Thursday, April 17, 2014

OCULUS (2014) 
Directed by Mike Flanagan. With Karen Gillan, Brenton Thwaites, Katee Sackhoff, Rory Cochrane.

A Film in the Dark
Movie Review
by Anthony Servante


Ten years ago, tragedy struck the Russell family, leaving the lives of teenage siblings Tim and Kaylie forever changed when Tim was convicted of the brutal murder of their father. Now on his 21st birthday, Tim is released from psychiatric custody and only wants to move on with his life; but Kaylie, still haunted by that fateful night of their father's death, is convinced her mother and father's deaths were caused by something else altogether: a malevolent supernatural force unleashed through the Lasser Glass, an antique mirror in their childhood home. Determined to kill the evil force in the mirror, Kaylie tracks down the mirror, only to learn similar deaths have befallen previous owners over the past century. With the mysterious entity now back in their hands, Tim and Kaylie soon find their hold on reality shattered by terrifying hallucinations, and realize, too late, that their childhood nightmare is beginning again..


Although I've included the summary above, it only superficially covers the plot, so allow me to review how I saw things. The movie begins with the final meeting between Tim Russell and his psychiatrist, played by Miguel Sandoval; Tim tells the doctor of his dream where he fires the gun that kills his father. Cut to the doctor telling the hospital board members that this dream is the breakthrough that he's been waiting for in his treatment and that Tim should be allowed to leave court-ordered medical custody, that he is no longer a menace to society. Tim is released and his sister, Kaylie, picks him up from the hospital.

After unsuccessfully trying to convince him to move in with her and her fiancee, Michael, Kaylie takes Tim to a cheap hotel room. This tension between the brother and sister is important to the storyline because Tim believes the version of events as he saw them in his dream, the version that convinces his doctor to release him from custody. He believes he has been cured of the false memories of that fatal night when his parents were killed, supposedly by him. But Kaylie insists to Tim that he made a promise, they both did, that they would never forget that night and how things really played out; they promised that when he was released from the hospital, that they would kill the entity that resides in the mirror.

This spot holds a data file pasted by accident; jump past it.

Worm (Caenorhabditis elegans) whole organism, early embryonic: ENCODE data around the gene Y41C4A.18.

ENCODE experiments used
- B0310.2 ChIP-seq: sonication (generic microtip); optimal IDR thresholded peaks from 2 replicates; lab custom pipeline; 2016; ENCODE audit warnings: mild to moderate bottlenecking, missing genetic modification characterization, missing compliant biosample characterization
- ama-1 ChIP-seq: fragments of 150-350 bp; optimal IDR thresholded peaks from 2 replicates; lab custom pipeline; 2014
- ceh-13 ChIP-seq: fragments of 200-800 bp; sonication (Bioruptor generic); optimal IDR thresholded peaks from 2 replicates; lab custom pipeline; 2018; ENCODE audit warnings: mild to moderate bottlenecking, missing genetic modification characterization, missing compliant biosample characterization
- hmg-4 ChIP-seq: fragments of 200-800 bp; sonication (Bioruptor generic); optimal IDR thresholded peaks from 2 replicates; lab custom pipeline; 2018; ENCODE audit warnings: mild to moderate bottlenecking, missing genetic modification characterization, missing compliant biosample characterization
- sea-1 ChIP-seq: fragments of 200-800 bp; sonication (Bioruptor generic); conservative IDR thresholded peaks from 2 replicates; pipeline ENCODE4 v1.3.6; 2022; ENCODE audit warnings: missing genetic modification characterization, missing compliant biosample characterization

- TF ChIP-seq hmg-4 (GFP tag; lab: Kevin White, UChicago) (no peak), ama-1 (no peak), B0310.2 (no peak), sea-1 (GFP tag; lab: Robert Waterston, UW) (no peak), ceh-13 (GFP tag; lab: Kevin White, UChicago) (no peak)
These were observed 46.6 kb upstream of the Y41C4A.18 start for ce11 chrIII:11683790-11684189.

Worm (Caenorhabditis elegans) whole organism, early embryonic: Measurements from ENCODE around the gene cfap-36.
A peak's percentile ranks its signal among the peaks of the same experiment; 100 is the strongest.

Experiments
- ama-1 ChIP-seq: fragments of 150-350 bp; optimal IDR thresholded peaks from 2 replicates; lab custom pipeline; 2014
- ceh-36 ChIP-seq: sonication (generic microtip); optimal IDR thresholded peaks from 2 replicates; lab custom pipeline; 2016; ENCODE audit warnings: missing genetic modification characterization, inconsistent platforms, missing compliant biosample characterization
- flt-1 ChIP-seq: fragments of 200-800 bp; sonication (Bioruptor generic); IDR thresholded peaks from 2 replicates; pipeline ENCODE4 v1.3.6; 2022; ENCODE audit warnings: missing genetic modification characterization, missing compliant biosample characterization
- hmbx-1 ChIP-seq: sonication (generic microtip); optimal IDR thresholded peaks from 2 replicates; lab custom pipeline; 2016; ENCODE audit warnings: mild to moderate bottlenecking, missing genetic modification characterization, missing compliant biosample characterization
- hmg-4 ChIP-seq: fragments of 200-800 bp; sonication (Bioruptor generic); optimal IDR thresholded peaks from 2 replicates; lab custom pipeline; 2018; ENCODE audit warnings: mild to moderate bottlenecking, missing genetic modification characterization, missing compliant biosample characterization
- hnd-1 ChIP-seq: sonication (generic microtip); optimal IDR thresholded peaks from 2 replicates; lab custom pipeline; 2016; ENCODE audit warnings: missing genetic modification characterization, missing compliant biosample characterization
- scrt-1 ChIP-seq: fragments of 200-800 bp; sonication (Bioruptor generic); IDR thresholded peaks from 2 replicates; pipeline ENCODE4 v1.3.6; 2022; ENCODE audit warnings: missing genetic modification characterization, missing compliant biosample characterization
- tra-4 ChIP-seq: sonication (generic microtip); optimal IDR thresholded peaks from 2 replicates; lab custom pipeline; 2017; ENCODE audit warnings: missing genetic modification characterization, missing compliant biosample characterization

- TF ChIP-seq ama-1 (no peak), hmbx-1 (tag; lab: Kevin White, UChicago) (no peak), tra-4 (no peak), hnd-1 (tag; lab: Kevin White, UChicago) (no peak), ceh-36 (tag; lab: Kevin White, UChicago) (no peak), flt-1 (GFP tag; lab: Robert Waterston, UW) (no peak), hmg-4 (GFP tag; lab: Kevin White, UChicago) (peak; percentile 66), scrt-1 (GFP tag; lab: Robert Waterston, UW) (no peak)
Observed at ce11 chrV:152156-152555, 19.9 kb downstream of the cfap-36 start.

One of the Mirror Inhabitants

At this point she tells her brother that she's located, purchased, and secured the mirror. She tells him that he needs to clear his head of the brainwashing that the hospital did on him, that they have work to do. This work includes placing the mirror in a secured room with video cameras to capture the mirror's actual moves, for the Lasser Glass, as it is known, can cause its victims to hallucinate as a defense mechanism. Thus, Kaylie has placed a giant springed weight that will come crashing into the mirror if its timer is not reset every twenty minutes. The mirror attacks its victims by siphoning their energy: dogs dehydrate to death, plants dry up, and, of course, the humans hallucinate (think mirages in the desert). With this set-up, it seems like the kids should finally get their revenge on the mirror; only, Tim still believes that it is just a mirror and that he actually committed the crimes he was hospitalized for and thinks his sister is the crazy one.

Preparing the Cameras

In one of the creepiest scenes of the movie, as the siblings argue about the mirror, Tim storms out of the room followed closely by his angry sister. But when they look back into the room with the mirror, they find all the cameras have been rearranged, poltergeist-style. Kaylie replays the video and as the siblings argue about the mirror, the playback shows them rearranging the cameras themselves. We, the movie audience, saw what they saw, an argument; so when we see the playback, we are just as surprised as they are. The crowd I was with gasped in shock. The mirror was protecting itself. Tim then realizes that his original memories, the ones before the doctor medically altered the way he remembered the events of that deadly night of his arrest, are the real ones. And then the flashbacks begin.

Tim and Kaylie Older and Younger Selves

The movie is a series of flashbacks focusing on the events leading up to that fatal night, interspersed with the events of the older siblings trying to trap the mirror into revealing its evil inhabitant. They bring a dog and dozens of plants to track the mirror's power to siphon energy from the living things to measure the growing length of its progressively parasitic capabilities. We watch how the mirror took over the family house when they were kids in flashbacks as we witness their plan for vengeance unfold in the present now. This is the set-up of the first half, and a fantastic one at that.